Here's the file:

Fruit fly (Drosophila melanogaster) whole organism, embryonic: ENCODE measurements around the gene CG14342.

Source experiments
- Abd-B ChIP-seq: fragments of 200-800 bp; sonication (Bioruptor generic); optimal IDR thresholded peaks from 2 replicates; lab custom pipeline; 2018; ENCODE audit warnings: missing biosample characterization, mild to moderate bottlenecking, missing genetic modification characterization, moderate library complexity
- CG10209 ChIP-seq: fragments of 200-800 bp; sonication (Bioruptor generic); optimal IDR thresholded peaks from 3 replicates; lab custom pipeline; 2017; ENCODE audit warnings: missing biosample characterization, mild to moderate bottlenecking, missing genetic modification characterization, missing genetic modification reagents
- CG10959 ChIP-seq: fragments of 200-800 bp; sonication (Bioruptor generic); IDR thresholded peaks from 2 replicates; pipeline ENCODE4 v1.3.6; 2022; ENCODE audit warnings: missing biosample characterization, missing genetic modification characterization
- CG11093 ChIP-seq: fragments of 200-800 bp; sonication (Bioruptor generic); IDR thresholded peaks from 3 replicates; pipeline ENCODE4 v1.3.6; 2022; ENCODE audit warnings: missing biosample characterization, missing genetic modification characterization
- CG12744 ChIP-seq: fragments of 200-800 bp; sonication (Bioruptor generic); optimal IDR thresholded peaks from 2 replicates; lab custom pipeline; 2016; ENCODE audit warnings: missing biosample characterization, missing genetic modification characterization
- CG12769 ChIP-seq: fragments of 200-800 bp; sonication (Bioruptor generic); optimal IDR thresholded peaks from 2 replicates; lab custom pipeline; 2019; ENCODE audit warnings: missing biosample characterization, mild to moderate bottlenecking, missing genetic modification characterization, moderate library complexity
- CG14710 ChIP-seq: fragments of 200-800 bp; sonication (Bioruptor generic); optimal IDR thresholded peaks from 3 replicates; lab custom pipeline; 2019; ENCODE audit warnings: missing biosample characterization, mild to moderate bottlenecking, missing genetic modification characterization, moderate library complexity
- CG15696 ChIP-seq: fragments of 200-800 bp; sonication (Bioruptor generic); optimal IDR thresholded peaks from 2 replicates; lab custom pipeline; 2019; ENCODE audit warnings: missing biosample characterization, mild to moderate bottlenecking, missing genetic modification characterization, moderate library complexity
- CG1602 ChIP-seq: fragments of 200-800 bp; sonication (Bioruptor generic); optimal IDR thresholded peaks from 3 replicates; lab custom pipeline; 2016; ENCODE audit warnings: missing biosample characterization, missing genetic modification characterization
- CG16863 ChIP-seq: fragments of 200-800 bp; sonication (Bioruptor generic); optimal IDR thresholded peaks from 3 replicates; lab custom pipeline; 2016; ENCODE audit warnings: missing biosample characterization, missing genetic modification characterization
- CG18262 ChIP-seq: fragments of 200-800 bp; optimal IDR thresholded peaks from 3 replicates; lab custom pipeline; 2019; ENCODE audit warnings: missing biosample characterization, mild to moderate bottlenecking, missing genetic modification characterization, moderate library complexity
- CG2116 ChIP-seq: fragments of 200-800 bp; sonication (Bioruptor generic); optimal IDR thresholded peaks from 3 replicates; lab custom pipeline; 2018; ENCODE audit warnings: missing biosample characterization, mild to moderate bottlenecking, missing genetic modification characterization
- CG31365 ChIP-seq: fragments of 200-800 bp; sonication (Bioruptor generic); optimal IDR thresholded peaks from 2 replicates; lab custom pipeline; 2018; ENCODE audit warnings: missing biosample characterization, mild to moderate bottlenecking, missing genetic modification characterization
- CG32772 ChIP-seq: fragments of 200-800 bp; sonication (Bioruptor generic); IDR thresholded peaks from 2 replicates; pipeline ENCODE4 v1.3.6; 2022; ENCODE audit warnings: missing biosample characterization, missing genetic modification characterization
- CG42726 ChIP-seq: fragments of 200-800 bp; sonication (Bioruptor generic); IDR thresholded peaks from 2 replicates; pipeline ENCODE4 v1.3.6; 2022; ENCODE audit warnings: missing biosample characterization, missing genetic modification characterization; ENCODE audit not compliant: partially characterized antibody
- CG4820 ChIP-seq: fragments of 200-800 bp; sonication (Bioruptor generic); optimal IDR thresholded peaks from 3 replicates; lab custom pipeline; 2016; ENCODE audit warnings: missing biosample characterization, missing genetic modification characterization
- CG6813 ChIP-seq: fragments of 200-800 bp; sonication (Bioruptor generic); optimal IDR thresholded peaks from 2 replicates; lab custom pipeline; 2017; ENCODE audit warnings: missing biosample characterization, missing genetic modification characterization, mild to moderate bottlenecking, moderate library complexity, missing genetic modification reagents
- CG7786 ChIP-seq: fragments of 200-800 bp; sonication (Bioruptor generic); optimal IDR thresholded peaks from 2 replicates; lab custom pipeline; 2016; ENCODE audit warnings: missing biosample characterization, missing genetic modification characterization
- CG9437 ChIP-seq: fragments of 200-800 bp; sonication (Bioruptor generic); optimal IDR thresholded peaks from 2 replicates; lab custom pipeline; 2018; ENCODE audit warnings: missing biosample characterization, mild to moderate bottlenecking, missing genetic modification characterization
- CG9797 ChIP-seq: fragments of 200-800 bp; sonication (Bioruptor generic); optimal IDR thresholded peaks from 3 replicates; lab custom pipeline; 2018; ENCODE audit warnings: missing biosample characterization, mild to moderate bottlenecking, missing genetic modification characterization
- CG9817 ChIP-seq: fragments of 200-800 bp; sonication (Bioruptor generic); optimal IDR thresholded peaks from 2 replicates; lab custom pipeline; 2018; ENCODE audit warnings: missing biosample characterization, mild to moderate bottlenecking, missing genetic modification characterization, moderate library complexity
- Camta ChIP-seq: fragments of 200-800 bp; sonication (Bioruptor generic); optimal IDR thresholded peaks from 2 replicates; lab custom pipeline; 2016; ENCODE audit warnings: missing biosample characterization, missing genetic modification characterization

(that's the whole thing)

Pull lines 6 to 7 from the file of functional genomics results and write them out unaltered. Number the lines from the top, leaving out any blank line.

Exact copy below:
- CG11093 ChIP-seq: fragments of 200-800 bp; sonication (Bioruptor generic); IDR thresholded peaks from 3 replicates; pipeline ENCODE4 v1.3.6; 2022; ENCODE audit warnings: missing biosample characterization, missing genetic modification characterization
- CG12744 ChIP-seq: fragments of 200-800 bp; sonication (Bioruptor generic); optimal IDR thresholded peaks from 2 replicates; lab custom pipeline; 2016; ENCODE audit warnings: missing biosample characterization, missing genetic modification characterization